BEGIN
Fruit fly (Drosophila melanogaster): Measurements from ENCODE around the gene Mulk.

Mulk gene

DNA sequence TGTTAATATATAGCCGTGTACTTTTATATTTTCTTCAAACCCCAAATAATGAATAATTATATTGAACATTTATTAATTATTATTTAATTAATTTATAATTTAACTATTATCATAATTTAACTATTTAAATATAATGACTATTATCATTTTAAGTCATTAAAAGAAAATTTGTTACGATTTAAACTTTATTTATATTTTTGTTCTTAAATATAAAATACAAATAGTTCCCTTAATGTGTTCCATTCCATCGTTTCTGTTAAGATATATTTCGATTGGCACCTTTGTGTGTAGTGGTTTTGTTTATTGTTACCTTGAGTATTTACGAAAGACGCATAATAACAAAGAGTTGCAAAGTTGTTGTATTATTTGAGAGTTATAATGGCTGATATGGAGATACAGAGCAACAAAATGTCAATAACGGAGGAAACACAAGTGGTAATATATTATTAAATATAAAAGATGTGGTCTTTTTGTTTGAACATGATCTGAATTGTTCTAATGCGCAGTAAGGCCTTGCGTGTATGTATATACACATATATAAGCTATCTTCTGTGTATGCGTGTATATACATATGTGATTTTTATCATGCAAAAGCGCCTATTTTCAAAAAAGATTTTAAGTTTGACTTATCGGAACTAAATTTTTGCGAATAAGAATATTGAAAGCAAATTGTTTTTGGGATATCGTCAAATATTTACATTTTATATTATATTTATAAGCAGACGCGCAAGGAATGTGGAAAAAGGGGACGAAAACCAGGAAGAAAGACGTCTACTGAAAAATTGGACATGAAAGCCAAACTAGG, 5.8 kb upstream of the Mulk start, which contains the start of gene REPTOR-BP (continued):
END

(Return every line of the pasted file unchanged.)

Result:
Fruit fly (Drosophila melanogaster): Measurements from ENCODE around the gene Mulk.

Mulk gene

DNA sequence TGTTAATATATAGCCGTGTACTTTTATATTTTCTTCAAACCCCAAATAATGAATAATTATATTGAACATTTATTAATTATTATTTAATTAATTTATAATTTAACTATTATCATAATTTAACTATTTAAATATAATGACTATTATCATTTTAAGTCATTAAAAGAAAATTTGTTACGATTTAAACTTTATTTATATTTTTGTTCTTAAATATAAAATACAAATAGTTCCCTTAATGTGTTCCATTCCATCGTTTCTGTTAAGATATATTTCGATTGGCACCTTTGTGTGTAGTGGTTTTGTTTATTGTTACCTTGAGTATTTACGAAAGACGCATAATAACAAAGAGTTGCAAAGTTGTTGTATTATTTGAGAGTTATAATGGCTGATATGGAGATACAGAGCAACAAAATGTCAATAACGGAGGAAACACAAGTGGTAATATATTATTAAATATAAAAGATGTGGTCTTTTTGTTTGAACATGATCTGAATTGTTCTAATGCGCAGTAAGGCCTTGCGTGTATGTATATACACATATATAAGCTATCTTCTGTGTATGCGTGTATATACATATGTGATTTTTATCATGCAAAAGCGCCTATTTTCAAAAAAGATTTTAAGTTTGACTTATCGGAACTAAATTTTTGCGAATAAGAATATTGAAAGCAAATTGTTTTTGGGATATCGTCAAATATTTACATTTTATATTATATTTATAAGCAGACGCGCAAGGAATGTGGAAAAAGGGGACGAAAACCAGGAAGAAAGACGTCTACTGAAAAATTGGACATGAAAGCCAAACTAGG, 5.8 kb upstream of the Mulk start, which contains the start of gene REPTOR-BP (continued):